Finally, the affirming voter does not use the vote as a form of protest. Protesting is a valuable form of political engagement, and is an essential tool to raise awareness for those who are disempowered. But protest is inconsistent with voting. Voting is the act of choosing those individuals you think ought to rule; to protest against the available options is to not vote at all. More importantly, by protesting against the available options, one refuses to seriously engage in the central civic task God has placed in front of us.

Making the Vote Meaningful

We recognize that the act of engagement described here is no easy task, especially in this election. How can I pursue justice in my vote when I feel all the candidates repeatedly oppose justice? How can I be affirming when it seems there is very little to positively affirm? How can I engage in politics if the political system repeatedly harms my community?

These are reasonable concerns. But disengaging from this essential civic task will not make our pursuit of justice any easier or more effective. Even if we think that refusing to engage in our imperfect politics is a meaningful stand, we must remember that our civic engagement has profound meaning.

Because votes of affirmation reflect our desire to accept God’s sovereignty in politics, the act of voting is truly consequential. No longer should we understand the importance of our vote to be limited to Election Day or made worthless every time we “lose.” The vote is important beyond Election Day, for it is a meaningful manifestation of our inward character. By understanding that one is powerless over ultimate consequences, our civic engagement becomes an act of worship to a providential God who is sovereign over all things, politics included.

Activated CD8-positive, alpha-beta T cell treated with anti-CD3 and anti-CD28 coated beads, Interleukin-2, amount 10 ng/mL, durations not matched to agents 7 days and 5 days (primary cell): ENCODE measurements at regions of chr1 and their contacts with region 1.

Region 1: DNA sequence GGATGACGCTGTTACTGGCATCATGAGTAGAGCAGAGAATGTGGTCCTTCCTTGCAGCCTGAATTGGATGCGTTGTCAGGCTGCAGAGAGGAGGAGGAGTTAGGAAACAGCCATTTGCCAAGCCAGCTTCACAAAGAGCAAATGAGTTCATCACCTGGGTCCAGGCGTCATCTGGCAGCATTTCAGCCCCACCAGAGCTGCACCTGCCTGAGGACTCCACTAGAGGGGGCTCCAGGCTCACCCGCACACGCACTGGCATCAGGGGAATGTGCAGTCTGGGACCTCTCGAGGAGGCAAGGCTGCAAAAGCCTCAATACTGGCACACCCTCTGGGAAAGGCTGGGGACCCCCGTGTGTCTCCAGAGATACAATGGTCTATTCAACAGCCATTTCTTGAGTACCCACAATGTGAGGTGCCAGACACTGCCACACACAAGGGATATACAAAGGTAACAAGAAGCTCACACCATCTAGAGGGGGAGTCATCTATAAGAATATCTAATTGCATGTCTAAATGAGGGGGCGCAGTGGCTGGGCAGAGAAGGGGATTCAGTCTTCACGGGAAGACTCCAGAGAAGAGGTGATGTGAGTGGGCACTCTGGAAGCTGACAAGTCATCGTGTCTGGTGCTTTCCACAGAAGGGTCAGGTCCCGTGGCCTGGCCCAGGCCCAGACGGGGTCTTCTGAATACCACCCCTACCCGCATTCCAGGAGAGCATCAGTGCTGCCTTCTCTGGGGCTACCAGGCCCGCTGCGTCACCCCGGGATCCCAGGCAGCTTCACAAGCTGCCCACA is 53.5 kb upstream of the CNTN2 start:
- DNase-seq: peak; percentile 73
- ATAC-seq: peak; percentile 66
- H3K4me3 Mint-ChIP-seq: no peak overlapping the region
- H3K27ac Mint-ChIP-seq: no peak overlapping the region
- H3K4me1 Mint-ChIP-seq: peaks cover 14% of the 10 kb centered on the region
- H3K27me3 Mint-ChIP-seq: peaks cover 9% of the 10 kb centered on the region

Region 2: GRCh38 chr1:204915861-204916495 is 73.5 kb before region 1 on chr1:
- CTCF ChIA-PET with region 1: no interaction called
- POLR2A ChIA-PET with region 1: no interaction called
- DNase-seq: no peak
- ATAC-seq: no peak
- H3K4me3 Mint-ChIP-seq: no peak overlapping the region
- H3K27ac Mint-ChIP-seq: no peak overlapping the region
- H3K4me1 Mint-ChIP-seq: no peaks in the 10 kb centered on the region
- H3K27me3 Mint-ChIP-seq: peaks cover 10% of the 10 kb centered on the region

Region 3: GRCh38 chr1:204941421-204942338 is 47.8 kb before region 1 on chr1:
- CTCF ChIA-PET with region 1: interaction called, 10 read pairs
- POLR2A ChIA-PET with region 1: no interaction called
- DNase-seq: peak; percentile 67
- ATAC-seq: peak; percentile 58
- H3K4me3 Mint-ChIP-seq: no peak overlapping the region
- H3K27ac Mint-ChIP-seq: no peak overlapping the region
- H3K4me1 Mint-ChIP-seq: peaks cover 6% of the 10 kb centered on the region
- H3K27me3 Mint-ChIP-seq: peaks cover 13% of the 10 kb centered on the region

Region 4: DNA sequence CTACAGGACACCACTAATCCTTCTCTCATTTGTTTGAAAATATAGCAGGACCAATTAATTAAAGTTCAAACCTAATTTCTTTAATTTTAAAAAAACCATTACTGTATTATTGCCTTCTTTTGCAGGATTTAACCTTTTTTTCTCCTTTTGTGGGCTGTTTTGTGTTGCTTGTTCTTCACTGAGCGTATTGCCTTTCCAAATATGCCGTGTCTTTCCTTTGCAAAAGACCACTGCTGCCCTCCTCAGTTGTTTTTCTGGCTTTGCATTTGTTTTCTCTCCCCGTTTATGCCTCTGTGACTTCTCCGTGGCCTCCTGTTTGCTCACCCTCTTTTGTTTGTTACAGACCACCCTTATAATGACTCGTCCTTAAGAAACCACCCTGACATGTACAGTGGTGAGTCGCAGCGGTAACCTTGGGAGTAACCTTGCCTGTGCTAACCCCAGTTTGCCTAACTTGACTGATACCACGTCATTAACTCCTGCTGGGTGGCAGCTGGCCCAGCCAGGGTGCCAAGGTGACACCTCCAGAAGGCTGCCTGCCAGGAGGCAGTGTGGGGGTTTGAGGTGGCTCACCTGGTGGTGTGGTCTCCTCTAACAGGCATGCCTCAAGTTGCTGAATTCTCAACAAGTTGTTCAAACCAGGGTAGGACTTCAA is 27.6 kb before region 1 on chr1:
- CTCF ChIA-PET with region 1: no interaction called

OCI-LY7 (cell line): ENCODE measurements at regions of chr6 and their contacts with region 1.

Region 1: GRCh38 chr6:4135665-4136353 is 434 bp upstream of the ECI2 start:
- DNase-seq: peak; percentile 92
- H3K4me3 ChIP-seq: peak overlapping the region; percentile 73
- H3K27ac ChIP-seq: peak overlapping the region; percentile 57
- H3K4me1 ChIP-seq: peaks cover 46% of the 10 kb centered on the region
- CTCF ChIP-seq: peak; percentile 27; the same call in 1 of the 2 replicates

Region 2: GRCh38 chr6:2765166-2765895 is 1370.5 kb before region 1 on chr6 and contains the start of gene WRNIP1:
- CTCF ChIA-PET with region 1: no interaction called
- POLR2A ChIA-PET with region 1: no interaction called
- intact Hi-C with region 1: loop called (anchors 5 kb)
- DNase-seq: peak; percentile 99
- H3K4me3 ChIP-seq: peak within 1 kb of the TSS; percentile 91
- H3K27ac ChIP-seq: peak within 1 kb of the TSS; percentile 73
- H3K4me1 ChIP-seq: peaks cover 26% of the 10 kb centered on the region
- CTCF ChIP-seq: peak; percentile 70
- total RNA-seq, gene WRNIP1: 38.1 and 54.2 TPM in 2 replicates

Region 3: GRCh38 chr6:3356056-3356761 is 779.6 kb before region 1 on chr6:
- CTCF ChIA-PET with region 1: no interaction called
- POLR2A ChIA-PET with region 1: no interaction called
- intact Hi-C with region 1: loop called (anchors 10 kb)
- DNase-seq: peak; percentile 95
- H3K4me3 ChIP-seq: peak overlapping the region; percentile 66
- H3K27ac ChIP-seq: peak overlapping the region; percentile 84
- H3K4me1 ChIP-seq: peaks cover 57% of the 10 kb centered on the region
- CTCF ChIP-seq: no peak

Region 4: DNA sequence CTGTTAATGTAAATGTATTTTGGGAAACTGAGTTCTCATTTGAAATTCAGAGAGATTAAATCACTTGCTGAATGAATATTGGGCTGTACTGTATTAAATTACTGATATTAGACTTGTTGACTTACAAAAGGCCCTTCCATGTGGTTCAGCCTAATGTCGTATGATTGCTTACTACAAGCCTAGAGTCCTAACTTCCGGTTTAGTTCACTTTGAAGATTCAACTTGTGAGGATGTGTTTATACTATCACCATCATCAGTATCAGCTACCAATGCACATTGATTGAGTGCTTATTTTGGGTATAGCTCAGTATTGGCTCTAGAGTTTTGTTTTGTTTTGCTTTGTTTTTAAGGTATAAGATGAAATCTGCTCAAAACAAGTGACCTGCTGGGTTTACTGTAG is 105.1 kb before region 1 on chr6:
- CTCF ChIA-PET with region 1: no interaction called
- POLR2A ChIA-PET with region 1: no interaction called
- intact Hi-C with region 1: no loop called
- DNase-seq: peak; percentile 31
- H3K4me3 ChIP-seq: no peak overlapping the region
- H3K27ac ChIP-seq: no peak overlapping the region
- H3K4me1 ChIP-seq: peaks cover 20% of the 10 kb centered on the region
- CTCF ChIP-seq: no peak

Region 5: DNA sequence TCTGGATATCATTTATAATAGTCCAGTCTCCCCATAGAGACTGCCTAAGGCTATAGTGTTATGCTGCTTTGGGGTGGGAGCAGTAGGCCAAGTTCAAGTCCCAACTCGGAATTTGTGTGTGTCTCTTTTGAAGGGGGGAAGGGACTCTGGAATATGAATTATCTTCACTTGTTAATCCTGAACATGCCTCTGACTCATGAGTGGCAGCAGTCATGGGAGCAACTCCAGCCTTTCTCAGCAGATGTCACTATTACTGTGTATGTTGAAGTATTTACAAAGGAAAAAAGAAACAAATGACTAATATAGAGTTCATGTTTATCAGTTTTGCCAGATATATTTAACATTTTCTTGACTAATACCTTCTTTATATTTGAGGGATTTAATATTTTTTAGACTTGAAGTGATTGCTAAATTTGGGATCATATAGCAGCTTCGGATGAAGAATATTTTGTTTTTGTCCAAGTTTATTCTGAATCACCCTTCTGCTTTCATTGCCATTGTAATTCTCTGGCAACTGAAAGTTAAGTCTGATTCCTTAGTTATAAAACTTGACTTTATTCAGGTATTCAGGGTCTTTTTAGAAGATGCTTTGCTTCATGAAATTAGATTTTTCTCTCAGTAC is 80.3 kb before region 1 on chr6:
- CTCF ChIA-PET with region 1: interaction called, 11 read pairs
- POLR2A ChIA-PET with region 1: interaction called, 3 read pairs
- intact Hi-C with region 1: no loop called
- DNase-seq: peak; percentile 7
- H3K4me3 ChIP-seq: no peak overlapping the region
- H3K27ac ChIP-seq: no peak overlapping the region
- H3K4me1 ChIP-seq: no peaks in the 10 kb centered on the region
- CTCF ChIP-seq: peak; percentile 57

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Following from this, Christians ought to be principal leaders in civility regardless of electoral context. First, only God can perfectly judge whether a given vote is affirming and truly shows an engaged character that reflects on what ought to be. Second, because an election cannot frustrate God’s plan, there is nothing to gain from hostile argument and broken relationships over differences in political opinion.

We ought to critically engage our neighbors and use these discussions to inform our affirming vote choice, but only in a constructive manner that seeks out truth, not cheap political points. Because of God’s sovereignty, we are free to affirm one candidate while building community with our neighbor who voted for another candidate.

We are blessed with a uniquely Christian motivation to fully live out our democratic citizenship. Shouldn’t our civic life be a sign of distinction, a proclamation of the transformative power of Christ? In this election, do not vote in anger or apathy. Instead, take heart and be joyful as you vote in affirmation.

Joel E. Landis is a doctoral candidate in political theory and American politics at the University of California–Davis. Timothy W. Taylor is an assistant professor of politics and international relations at Wheaton College.